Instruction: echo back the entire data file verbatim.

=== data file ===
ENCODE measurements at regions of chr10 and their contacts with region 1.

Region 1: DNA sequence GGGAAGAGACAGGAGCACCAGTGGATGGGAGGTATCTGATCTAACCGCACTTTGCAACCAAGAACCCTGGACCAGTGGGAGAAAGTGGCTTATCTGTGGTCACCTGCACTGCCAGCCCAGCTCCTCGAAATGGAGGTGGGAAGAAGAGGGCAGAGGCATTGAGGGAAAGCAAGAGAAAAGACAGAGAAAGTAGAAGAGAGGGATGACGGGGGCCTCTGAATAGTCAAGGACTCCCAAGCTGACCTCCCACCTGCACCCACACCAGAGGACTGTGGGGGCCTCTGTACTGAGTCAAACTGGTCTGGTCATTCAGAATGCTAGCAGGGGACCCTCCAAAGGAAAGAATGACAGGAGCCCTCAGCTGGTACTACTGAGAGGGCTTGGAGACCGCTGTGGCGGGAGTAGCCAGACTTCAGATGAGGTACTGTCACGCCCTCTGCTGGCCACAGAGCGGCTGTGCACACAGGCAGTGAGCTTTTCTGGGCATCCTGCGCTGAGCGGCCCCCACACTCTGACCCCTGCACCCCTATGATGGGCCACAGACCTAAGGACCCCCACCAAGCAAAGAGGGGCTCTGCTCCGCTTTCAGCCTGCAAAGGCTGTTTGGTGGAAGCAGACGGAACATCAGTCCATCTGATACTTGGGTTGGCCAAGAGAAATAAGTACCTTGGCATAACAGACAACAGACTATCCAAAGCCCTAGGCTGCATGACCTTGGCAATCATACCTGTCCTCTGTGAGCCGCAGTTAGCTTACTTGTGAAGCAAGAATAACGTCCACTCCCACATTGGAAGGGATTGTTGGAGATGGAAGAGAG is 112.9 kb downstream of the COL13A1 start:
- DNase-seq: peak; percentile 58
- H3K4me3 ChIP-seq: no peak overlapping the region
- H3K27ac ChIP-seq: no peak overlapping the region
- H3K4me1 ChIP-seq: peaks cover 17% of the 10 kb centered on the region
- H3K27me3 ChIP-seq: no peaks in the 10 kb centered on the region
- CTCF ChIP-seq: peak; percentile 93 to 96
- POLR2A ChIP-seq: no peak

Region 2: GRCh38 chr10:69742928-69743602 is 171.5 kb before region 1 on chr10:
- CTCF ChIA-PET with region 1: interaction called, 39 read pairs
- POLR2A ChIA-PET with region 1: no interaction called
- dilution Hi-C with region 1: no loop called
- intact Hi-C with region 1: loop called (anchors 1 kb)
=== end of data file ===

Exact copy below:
ENCODE measurements at regions of chr10 and their contacts with region 1.

Region 1: DNA sequence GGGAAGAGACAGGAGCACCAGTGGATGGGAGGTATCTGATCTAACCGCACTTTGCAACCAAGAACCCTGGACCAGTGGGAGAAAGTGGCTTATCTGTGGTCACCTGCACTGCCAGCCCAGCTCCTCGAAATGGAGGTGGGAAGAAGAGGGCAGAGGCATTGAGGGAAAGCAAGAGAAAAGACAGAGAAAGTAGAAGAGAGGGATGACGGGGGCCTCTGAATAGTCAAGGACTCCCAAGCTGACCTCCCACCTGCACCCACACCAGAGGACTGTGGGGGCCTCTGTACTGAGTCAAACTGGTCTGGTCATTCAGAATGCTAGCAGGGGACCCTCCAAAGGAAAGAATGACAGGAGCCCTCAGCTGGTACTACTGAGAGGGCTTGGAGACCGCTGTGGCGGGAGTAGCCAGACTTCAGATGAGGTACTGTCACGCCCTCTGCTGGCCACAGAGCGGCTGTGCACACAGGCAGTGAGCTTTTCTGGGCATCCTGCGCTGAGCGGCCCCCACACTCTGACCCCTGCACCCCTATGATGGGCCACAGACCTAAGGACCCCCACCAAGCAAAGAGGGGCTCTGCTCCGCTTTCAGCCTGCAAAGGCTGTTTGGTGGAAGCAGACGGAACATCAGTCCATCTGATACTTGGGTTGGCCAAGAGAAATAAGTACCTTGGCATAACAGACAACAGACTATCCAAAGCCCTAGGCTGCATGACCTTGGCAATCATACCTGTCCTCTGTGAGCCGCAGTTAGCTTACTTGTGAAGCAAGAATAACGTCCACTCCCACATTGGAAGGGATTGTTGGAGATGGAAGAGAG is 112.9 kb downstream of the COL13A1 start:
- DNase-seq: peak; percentile 58
- H3K4me3 ChIP-seq: no peak overlapping the region
- H3K27ac ChIP-seq: no peak overlapping the region
- H3K4me1 ChIP-seq: peaks cover 17% of the 10 kb centered on the region
- H3K27me3 ChIP-seq: no peaks in the 10 kb centered on the region
- CTCF ChIP-seq: peak; percentile 93 to 96
- POLR2A ChIP-seq: no peak

Region 2: GRCh38 chr10:69742928-69743602 is 171.5 kb before region 1 on chr10:
- CTCF ChIA-PET with region 1: interaction called, 39 read pairs
- POLR2A ChIA-PET with region 1: no interaction called
- dilution Hi-C with region 1: no loop called
- intact Hi-C with region 1: loop called (anchors 1 kb)